From the time of golden royalty in Egypt where men and women lined their eyes in black kohl and beautiful greens, to the pinnacle of the Roman Empire, and now to the twenty-first century, people have always worn makeup.
In the far past it was much more difficult to get one’s hands on makeup since it was reserved for royalty. Makeup has become much more accessible in the past 150 years.
The reasons we wear makeup and other cosmetic products have changed, and their importance in society has also fluctuated with the passing of time and trends. Ultimately it is a definite fact at this point that makeup and human society have always been intertwined.
But there has to be a reason why makeup is important to us. Is it because we love to see a good blue shimmer eyeshadow glitter prettily on an eyelid? Or has it just always been our collective destiny to fall in love with a perfectly blended concealer?
To truly understand the importance of makeup, we’re going to have to travel back in time and look at the early history of makeup and how it has grown into the modern staple that it is today.
Where Did Wearing Makeup First Start?
The use of makeup and cosmetics can be traced back in human history for almost seven thousand years. In fact, it is argued that makeup is one of the first uses of ritual in human society.
No single person can be pointed to as the one who invented makeup the way we see it now, but the earliest uses of makeup can be traced to the first Egyptian dynasty, almost 3000 years BC.
Only a scant few years ago, men wearing makeup was not only seen as rare, but it was also seen as a taboo. In the early Egyptian civilization, this was not the case. In fact, men wearing makeup were part of the norms that made up their society at the time.
So all that dramatic eye makeup you see on Egyptian statues and in their hieroglyphics were actually worn in real life by male and female royalty.
Makeup for the Ancient Egyptians
Egyptians used natural ingredients for their makeup products. They used kohl to line their eyes and give them an almond shape. They used red ochre for lipstick, and malachite, a natural mineral, to make a green eyelid color. Henna stained their fingertips and toes.
Though during this time makeup was fairly accessible to all, the upper class and nobility differentiated themselves from the lower classes with high grade makeup products in rarer shades.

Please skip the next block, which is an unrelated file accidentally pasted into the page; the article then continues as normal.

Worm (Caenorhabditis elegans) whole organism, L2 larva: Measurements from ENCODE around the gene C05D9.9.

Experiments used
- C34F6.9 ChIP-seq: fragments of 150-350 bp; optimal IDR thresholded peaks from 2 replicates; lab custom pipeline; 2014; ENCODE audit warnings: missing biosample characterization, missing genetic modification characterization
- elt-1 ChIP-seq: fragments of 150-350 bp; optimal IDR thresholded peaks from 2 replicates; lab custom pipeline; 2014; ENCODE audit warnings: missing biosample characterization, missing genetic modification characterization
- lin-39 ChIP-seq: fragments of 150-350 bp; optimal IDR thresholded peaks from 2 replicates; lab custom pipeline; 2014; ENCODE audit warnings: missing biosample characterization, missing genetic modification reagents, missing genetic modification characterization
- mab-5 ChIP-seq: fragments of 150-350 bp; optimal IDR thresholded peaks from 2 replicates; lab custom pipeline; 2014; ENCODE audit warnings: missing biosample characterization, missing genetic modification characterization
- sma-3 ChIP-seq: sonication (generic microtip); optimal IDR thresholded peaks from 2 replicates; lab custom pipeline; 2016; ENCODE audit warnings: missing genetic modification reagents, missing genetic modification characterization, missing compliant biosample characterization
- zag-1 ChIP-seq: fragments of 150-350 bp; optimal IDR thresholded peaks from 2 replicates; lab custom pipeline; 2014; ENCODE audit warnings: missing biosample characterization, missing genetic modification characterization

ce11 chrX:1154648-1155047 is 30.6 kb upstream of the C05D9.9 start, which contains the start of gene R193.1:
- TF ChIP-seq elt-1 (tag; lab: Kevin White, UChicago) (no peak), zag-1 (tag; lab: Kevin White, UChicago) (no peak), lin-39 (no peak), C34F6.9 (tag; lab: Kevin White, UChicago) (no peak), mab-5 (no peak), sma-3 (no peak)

Not only did makeup serve as a class identifier, it was also used for magical and religious functions. In the excavated tombs of high class Egyptian women, archeologists found jars of cosmetics in ornate, bejeweled containers buried with them as grave goods.
It was believed among the Egyptians that the goods one is buried with would be carried to the afterlife. This puts makeup on an important pedestal in the ancient civilization as it was deemed necessary to have even in the existence after death.
Makeup in the Roman Times
Although the Egyptians associated makeup with the high-class, this was not the case in other parts of the world.
For instance in Roman times, makeup was looked down upon because its use was associated with sex workers and women whom society deemed to be without honor. Instead, society praised natural looks over a made up face.
Meanwhile, Persian women had discovered the wonders of henna, using it to create beautiful intricate patterns on their bodies.
In the Middle Ages, it became very fashionable to have pale, milky white skin, and white women used makeup to enhance this quality of their skin. This is because pale skin was considered a mark of easy, relaxed living while darker skin was attributed to the lower class who did menial labor in the sun.
Due to this, women went to great lengths to make sure their skin maintained a pale appearance with concotures of incredibly dangerous mixtures. Women painted their faces, necks, and chests with a mixture of lead and vinegar.
Makeup in England
Queen Elizabeth I of England was a big fan of the pale look, even when the toxic mixture caused a lot of her hair to fall out, elongating her forehead. She was not alone in this as many women who used lead-based makeup products ended up with muscle paralysis and eventually died from complications.